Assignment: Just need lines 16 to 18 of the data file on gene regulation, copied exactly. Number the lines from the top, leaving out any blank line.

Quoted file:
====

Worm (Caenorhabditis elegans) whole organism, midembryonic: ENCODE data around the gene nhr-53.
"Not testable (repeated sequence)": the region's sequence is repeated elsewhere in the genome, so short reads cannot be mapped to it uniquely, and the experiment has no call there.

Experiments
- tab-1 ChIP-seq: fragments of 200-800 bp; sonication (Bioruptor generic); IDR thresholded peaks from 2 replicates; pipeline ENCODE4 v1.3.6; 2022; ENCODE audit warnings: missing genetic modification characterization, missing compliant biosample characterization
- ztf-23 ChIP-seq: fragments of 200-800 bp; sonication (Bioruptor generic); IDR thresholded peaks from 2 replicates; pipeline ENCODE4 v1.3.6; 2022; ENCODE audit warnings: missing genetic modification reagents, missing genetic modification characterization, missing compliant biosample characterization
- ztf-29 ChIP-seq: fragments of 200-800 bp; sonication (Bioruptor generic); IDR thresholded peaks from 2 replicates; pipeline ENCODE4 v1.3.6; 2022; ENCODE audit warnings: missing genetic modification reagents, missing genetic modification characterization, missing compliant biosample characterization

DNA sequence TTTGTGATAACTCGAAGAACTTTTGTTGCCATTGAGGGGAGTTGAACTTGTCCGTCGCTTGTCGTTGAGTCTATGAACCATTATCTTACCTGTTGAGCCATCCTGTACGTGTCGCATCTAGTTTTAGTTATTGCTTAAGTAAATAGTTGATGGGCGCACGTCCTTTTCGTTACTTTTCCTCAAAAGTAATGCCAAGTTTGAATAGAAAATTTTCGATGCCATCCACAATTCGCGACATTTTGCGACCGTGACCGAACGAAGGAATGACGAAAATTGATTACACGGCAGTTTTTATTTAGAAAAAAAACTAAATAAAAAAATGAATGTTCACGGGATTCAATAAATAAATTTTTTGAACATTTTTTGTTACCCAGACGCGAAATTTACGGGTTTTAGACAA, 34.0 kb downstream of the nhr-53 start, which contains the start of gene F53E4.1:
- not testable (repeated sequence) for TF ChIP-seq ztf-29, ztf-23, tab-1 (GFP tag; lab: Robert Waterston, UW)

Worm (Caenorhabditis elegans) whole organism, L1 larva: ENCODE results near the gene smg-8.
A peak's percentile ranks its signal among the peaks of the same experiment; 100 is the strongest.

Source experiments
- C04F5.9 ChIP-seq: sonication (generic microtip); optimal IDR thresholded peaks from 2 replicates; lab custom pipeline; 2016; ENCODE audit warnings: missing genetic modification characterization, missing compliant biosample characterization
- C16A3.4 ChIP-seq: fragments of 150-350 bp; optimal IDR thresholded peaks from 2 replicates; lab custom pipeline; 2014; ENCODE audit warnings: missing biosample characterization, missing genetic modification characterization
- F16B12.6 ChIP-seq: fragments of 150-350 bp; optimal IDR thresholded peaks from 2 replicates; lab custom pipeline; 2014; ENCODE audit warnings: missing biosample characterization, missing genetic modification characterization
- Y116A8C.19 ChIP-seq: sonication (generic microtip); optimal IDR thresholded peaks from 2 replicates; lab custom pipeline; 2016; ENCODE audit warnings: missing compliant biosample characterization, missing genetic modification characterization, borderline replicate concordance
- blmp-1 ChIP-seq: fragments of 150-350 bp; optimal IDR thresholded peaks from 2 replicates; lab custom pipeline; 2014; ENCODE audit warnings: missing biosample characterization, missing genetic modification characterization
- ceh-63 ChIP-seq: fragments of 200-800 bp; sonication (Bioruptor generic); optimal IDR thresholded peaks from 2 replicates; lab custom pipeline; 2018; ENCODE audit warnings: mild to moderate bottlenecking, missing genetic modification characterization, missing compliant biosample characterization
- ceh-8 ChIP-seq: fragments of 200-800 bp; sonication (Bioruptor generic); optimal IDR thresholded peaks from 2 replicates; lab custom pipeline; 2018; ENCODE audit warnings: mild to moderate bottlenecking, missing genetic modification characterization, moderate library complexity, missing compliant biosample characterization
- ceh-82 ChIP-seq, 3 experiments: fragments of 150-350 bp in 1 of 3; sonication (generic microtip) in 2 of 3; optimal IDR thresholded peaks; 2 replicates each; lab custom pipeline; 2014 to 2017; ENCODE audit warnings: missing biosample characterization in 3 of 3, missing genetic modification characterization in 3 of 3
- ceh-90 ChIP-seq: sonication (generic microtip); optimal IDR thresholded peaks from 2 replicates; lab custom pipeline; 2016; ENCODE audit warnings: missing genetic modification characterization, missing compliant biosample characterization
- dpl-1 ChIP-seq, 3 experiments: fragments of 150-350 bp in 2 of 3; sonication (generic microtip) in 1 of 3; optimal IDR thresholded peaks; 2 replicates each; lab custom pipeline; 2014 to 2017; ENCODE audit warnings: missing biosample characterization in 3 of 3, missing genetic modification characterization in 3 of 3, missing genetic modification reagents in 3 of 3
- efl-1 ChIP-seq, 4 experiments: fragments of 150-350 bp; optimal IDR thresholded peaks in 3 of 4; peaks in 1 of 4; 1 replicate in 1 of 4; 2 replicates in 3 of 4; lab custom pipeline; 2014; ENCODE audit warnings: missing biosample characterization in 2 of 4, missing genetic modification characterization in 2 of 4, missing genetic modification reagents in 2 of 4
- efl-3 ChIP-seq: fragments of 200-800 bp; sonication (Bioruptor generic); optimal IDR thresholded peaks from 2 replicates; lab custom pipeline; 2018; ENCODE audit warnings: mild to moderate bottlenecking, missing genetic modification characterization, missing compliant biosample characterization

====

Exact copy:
- blmp-1 ChIP-seq: fragments of 150-350 bp; optimal IDR thresholded peaks from 2 replicates; lab custom pipeline; 2014; ENCODE audit warnings: missing biosample characterization, missing genetic modification characterization
- ceh-63 ChIP-seq: fragments of 200-800 bp; sonication (Bioruptor generic); optimal IDR thresholded peaks from 2 replicates; lab custom pipeline; 2018; ENCODE audit warnings: mild to moderate bottlenecking, missing genetic modification characterization, missing compliant biosample characterization
- ceh-8 ChIP-seq: fragments of 200-800 bp; sonication (Bioruptor generic); optimal IDR thresholded peaks from 2 replicates; lab custom pipeline; 2018; ENCODE audit warnings: mild to moderate bottlenecking, missing genetic modification characterization, moderate library complexity, missing compliant biosample characterization